Back pay includes all of the wages, salary, bonuses, commissions, and benefits lost because of an unlawful dismissal or discrimination, minus any amount the employee was able to earn in the interim.

Back pay and benefits are among the types of damages most typically awarded in successful employment cases.

Do I have to look for another job while my case is in court? I've heard about multi-million dollar awards in cases. In most state and federal discrimination cases, the employee is entitled to receive the following types of damages: back pay; front pay; lost benefits such as health, vacation, sick leave, and pension; reinstatement; reasonable accommodations; and compensatory and punitive damages.

The purpose of a damages award is generally to put the individual back into the same place they would have been had they not lost their job.

The purpose of damages is to put an employee back in same place they would have been if it weren’t for the employer’s actions or inaction. All of the benefits an individual lost because of the discrimination or unlawful action are included in the amount of back pay.

There are several ways a court tries to do this, including back pay, front pay, and punitive damages. Will I be able to receive all of the back pay that I would have earned had I not lost my job? Will I be able to receive all of the benefits that I would have earned had I not lost my job? For example, you should be paid for unused earned vacation time plus vacation time accrued up to the court's decision.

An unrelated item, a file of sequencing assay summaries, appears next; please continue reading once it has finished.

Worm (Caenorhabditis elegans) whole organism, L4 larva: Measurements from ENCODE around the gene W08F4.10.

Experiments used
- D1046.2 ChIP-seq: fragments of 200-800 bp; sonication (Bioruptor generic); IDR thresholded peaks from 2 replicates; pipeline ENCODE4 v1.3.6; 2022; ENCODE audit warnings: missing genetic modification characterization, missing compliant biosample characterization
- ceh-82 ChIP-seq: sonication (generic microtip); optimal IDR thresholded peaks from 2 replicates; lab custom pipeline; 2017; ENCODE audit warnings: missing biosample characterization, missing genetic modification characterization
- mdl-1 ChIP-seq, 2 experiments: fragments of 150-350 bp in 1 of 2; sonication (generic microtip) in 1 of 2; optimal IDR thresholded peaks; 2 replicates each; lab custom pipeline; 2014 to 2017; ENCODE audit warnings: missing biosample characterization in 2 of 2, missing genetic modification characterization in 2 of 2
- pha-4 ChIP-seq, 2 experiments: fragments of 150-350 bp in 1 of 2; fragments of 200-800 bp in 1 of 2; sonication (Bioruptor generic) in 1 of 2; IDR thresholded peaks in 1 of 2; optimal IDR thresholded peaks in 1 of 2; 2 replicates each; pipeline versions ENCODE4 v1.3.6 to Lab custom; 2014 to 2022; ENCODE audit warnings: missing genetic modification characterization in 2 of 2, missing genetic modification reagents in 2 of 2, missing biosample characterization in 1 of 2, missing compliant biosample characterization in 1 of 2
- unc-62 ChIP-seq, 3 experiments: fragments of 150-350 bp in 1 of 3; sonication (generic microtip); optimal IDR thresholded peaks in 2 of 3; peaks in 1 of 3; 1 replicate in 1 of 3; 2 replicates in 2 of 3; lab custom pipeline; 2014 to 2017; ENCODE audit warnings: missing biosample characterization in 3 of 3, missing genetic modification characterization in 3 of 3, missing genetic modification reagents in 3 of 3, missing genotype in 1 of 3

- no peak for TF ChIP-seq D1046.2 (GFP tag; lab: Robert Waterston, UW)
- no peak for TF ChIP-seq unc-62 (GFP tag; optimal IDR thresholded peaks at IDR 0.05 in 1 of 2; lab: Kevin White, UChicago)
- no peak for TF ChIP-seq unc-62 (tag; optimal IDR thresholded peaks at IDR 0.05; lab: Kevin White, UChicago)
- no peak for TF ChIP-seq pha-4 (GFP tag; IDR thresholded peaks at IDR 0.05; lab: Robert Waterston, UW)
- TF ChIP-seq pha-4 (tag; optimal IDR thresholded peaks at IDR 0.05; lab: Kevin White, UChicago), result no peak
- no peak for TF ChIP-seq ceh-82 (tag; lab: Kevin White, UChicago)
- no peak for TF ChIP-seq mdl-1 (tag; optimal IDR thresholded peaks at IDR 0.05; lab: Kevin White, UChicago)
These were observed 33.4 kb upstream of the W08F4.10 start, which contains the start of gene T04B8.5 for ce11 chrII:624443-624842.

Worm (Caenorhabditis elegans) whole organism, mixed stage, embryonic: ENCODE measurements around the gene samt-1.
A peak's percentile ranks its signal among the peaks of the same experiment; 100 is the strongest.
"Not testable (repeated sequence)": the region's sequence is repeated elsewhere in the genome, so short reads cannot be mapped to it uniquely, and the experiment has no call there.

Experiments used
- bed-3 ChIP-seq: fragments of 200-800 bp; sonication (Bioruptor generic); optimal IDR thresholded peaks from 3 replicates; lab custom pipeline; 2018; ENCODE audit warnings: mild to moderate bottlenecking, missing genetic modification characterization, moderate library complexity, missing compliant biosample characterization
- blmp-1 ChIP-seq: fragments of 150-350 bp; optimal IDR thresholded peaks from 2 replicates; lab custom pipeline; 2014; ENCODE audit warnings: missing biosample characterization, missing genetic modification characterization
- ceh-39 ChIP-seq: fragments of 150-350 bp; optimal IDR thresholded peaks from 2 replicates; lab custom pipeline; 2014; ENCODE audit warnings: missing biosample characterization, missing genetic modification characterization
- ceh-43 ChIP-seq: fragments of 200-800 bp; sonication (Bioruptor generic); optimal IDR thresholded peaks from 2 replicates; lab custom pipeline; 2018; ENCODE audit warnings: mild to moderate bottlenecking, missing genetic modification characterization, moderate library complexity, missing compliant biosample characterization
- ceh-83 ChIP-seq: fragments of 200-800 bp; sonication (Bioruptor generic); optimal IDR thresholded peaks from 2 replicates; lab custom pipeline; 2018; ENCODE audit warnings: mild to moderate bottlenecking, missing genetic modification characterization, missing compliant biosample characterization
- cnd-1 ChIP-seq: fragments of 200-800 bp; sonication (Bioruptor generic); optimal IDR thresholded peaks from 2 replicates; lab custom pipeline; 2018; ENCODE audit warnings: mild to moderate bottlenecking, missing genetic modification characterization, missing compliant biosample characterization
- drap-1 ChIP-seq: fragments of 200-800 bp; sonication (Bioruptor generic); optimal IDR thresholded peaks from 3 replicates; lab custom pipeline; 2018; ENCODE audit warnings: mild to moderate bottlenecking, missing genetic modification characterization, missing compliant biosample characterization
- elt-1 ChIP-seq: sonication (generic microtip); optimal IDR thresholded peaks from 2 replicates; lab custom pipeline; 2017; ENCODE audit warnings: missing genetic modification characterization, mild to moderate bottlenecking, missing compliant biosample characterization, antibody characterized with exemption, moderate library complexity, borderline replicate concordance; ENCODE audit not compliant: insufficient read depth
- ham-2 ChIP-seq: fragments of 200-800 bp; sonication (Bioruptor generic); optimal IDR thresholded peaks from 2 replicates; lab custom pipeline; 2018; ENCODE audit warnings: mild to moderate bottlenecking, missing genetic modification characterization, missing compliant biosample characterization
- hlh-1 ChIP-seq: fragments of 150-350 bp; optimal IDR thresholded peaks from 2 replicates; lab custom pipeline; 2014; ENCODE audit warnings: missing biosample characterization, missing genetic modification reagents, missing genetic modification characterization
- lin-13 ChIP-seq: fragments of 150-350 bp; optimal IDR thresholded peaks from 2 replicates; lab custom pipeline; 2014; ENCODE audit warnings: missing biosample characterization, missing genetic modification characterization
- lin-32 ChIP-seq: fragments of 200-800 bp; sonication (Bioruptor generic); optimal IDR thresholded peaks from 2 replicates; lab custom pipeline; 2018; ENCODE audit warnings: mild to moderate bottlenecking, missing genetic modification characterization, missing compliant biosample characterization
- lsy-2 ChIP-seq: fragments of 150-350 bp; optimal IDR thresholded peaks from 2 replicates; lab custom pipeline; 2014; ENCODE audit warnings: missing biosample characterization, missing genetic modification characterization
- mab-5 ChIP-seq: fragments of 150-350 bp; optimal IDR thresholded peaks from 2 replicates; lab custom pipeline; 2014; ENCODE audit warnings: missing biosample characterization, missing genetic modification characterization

Back pay includes much more than your salary or wages.

This offset is known as "mitigation," which is explained in more detail on our site's page on mitigation.Sometimes, however, courts will not order reinstatement because of the now-hostile relationship between the former employer and employee, or because there is no longer a job available.What qualifies as a “reasonable accommodation” depends on the employer.Despite a popular misconception, the employer's conduct need not be "egregious" to allow an award of punitive damages.It is not the seriousness of an employer's conduct that governs whether punitive damages will be awarded, but its intentions: did the employer "discriminate in the face of a perceived risk that its actions will violate federal law." Put simply: did the employer know that a particular action was discrimination that was against the law, and still decide to do it anyway?If the employer has Punitive damages are damages awarded in cases of malicious wrongdoing to punish or deter the wrongdoer or deter others from behaving similarly.